I think these albums and the ones you mentioned tend to get passed around like joints.

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        5. The things you’ll do for some boo-tay…

          Oh man, PDQ Bach, I’d forgotten all about that. One of the guys in high school (an insanely talented artist) was really into that stuff. FLASHBACK! Ha. Still, I don’t care if it’s PDQ or PQ, it ain’t likely to get me to interested in that stuff.

          As for your challenge, I don’t know if I can play. Everything I own, I would play. So, um, I concede?

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        6. (imagine “Mean” Gene Okerlund’s voice here)
          “Laaayyydies annnnnn Gennnnnnnelmennn….presenting the Terrible Turntable Tzar, the Whirling dervish of Woeful Wax, the Patron of Unplayable Platters, Viceroy of Venomous Vinyl, THE EARRRRL OF SWIRRRLL!!”
          turntable scratch noises, needle scrapes completely off disc

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      1. … etc. really blew me away from the get go.

        Needless to say, even after only getting into it form the fist pumping stuff, I’ve grown to like all the bands light and shade and all their different colour and personality in their music.

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        1. The light and shade is what made them special. You can’t have Running With the Devil without Ice Cream Man on the same album. That balance of influences really made them special.

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    1. Thank you very much!

      I think when talking about albums of this scale…it’s very personal when it comes to favourites. As we’re reading, the circumstances of buying the album have a huge impact on your relationship with it. It’s like that for me. 1984 was my first. It’s very special to me.

      But these are ALL great albums. Nobody is right and nobody is wrong because we all agree on that!

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  4. Cool review. I never got as familiar with this one as the ones either side of it. I always thought the 2nd half was a bit weak compared to the 1st half too but I listened to again today though after reading your review and totally dug it. This band was clearly on a roll!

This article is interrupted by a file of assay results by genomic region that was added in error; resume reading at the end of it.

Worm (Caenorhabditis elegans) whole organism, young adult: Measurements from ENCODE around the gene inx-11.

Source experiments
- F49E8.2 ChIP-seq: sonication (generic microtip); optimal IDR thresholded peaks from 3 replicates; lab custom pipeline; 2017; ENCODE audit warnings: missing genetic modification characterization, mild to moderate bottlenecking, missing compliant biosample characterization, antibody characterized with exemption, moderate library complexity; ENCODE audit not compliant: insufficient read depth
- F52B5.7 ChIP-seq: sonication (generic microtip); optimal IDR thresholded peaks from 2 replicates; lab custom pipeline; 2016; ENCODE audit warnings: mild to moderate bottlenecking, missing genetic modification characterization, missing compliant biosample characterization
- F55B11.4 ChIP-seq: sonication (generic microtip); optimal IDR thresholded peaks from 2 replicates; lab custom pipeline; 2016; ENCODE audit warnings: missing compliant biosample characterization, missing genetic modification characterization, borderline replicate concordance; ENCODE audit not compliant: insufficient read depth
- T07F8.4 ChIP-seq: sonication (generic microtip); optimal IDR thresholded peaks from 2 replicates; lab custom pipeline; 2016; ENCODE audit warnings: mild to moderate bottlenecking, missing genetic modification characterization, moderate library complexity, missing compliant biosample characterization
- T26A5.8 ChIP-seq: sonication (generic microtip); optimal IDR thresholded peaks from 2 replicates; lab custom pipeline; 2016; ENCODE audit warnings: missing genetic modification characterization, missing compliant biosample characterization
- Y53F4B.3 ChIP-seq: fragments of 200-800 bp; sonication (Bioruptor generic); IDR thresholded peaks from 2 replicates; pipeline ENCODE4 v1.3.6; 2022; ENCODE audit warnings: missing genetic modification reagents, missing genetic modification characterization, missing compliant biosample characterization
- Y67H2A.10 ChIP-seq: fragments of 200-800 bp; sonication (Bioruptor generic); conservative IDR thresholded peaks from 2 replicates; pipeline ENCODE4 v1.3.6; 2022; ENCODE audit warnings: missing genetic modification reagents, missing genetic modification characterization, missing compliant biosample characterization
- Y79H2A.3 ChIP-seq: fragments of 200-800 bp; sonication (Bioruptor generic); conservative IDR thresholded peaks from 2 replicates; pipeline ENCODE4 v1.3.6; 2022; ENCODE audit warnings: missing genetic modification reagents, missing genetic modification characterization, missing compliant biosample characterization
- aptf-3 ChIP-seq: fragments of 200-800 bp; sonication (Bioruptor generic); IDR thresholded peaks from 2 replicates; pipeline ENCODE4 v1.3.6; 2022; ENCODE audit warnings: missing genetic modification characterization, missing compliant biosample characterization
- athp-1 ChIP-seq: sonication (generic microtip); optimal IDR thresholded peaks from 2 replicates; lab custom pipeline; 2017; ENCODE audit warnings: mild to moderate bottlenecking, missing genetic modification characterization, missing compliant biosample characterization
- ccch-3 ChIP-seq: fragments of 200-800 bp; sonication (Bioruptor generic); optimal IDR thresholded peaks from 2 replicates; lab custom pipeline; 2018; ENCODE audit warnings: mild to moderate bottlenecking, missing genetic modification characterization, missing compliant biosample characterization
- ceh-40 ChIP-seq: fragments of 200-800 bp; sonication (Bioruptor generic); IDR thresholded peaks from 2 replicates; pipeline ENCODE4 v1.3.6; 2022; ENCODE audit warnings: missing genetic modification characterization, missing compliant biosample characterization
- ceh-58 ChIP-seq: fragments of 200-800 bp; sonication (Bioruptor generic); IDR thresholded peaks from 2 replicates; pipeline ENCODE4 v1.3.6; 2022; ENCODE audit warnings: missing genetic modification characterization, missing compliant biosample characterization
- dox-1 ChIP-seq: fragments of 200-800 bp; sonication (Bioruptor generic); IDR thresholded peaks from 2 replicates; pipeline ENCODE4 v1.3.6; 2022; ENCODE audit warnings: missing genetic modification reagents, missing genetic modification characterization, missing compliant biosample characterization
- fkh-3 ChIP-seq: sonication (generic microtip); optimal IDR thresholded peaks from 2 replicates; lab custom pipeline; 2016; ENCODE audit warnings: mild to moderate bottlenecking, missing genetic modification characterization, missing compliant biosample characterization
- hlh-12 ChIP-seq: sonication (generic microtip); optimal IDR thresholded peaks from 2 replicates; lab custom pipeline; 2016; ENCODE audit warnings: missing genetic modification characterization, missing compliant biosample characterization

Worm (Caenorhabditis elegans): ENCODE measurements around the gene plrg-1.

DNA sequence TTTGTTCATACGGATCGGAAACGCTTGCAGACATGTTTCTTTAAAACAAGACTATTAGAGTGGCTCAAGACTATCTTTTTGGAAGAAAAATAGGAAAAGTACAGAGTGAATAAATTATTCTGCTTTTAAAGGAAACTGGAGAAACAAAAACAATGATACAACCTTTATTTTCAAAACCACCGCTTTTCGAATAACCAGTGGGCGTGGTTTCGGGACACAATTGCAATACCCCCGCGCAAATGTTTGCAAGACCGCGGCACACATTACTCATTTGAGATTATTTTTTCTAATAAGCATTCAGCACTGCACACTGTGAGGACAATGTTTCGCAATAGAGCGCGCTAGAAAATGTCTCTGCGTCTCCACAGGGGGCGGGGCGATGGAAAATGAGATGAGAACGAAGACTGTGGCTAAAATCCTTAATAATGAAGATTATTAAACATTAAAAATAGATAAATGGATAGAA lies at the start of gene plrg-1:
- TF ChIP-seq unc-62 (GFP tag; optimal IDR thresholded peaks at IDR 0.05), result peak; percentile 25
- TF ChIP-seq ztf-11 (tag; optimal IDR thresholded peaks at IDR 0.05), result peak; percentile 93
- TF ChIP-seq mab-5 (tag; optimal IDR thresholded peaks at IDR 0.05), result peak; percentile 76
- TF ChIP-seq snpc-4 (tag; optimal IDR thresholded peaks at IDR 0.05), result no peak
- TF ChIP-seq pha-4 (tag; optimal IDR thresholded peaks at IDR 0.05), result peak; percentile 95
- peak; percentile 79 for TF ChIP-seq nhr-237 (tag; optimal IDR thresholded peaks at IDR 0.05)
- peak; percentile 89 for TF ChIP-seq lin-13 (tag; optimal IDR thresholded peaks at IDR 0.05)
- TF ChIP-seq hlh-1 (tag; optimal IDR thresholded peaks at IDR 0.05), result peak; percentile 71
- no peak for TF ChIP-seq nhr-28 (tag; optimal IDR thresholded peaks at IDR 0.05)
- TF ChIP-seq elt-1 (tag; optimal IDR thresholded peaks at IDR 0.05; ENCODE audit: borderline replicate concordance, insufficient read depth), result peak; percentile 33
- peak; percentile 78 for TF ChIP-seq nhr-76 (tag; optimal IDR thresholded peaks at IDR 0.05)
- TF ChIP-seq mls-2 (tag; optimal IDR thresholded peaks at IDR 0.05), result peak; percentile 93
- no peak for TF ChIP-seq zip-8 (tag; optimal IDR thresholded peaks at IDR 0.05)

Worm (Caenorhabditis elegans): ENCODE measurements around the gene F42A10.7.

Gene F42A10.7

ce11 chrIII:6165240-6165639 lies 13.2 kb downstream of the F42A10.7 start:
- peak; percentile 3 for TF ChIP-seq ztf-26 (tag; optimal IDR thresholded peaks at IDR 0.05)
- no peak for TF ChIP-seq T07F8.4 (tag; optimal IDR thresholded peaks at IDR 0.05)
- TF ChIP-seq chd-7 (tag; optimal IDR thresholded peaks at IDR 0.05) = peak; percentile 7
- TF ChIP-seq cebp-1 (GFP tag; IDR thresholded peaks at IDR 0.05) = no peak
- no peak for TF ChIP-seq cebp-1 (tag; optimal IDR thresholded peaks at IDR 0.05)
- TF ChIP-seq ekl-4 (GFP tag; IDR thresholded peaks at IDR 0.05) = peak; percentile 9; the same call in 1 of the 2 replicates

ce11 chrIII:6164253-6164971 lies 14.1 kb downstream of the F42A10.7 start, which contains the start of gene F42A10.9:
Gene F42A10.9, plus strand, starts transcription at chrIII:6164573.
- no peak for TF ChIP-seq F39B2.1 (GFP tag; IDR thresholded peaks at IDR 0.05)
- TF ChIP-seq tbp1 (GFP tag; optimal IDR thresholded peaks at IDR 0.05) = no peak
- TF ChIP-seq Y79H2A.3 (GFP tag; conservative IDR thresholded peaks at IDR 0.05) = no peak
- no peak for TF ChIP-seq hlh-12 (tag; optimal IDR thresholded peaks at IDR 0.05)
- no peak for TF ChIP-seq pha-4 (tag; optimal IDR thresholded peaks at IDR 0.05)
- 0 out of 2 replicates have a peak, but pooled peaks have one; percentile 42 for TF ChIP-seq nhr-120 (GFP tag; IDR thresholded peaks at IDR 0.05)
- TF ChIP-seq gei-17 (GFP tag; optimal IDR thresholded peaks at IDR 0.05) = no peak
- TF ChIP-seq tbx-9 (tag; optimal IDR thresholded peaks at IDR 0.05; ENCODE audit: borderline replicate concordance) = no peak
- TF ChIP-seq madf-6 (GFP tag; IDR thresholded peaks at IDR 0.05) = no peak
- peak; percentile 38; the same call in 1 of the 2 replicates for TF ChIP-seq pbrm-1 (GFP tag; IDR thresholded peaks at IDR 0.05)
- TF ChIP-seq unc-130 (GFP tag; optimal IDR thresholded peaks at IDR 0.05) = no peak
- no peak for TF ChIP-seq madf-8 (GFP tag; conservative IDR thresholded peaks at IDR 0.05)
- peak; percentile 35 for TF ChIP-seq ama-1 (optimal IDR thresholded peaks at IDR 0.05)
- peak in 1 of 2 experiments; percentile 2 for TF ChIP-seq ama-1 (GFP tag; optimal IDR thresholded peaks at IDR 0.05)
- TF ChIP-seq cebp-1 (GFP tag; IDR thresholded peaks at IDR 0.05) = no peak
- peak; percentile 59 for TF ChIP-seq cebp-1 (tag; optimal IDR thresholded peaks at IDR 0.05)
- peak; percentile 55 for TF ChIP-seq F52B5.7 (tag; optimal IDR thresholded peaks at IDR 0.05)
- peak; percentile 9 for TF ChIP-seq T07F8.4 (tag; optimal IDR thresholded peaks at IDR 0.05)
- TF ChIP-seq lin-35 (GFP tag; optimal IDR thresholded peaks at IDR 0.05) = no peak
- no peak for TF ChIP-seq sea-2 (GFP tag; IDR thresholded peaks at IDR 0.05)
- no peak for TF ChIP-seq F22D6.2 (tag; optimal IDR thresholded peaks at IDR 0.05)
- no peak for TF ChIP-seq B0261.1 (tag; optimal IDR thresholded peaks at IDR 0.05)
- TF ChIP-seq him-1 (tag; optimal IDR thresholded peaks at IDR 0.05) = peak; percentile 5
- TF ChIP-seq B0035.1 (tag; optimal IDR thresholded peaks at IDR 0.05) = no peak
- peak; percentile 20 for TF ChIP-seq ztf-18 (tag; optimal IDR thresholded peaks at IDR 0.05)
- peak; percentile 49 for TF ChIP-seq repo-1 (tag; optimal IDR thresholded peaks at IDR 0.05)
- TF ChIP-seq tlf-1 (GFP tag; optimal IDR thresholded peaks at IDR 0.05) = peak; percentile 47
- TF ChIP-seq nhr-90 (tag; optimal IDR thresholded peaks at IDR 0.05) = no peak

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    1. Thanks man! I wouldn’t say the second side is weaker myself, but an opening like Tora Tora/Loss of Control might be a bit off-putting at first? I mean they’re mental on that song. So fast!

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        1. Yeah, I dunno… It’s maybe just a wee bit too smug sounding or something. When the album gets to that point I just find it easy to switch off and put something else on. I listened to the whole thing the other day and realised I’d hardly ever heard the last song on that!

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  5. This is where I came into VH’s world. I was 14 when this was released and they were new to me (I was reading Creem and Circus magazines but don’t remember seeing much about them until Women & Children First was released). Needless to say this was a great introduction to them…dark & bright at the same time. I remember putting that poster of DLR on my wall, as I did with any poster or insert included with albums I bought, but took it down a day or two later when I became uncomfortable having a poster of a shirtless dude chained to a fence staring at me.

    I read somewhere that Alex was never happy with the drum sound on “Everybody Wants Some.” Apparently the toms sounded humongous in the room but that sound didn’t translate to tape. I wonder if that was a conscious choice on Templeman’s part or if the drums just weren’t mic’d properly.

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    1. I’m sure in rock history, there are a lot of albums that we love every moment of, that the artist doesn’t see the same way, like Alex VH. It never would have occurred to me that anyone could be disappointed in those drums. But we don’t get to hear it in the control room like they do!

      I’m very sorry to hear about the DLR poster!

      I remember my sister liked DLR for a little while. She was just a kid though. Not old enough to really get “stuff” yet…like DLR’s buttless chaps. So she was REALLY upset when my dad REFUSED to buy her that DLR poster with the buttless chaps. I hadn’t even noticed the bum myself, but when I did, I was like, “Yeah…you don’t want somebody’s bum on your wall.”

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        1. A buddy of mine had Samantha Fox. Topless, with her arms crossing over. The English teacher, Mr. Payette, stopped to scold my buddy about all the girl pictures in his locker. Then he paused, said, “hey that’s one’s topless,” and walked away with a deadpan smile.

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        2. Oh, Sam Fox was all over our one and only music magazine is Sweden back in the 80’s. I don’t think there was one guy in Sweden who didn’t sprayed at least some Sam Fox boobs out posters on their wall. I know I did. That magazine, OKEJ, always came with posters so there she was hanging beside Kiss and Van Halen and Mötley Crüe…

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  6. I take one look at the tracklist on this album and wonader, how can anyone not like this? You’re review is spot on, Mike. A fucking monster of an album.
    Also, there was a band back in the late 80’s / early 90’s that named themselves after the Tora Tora song. They made one really good album called Wild America. Highly recommended.

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      1. Yeah, same here. I actually got into that album, some 10 years after it came out. I listened to Wild America recently and it really holds up.

        Like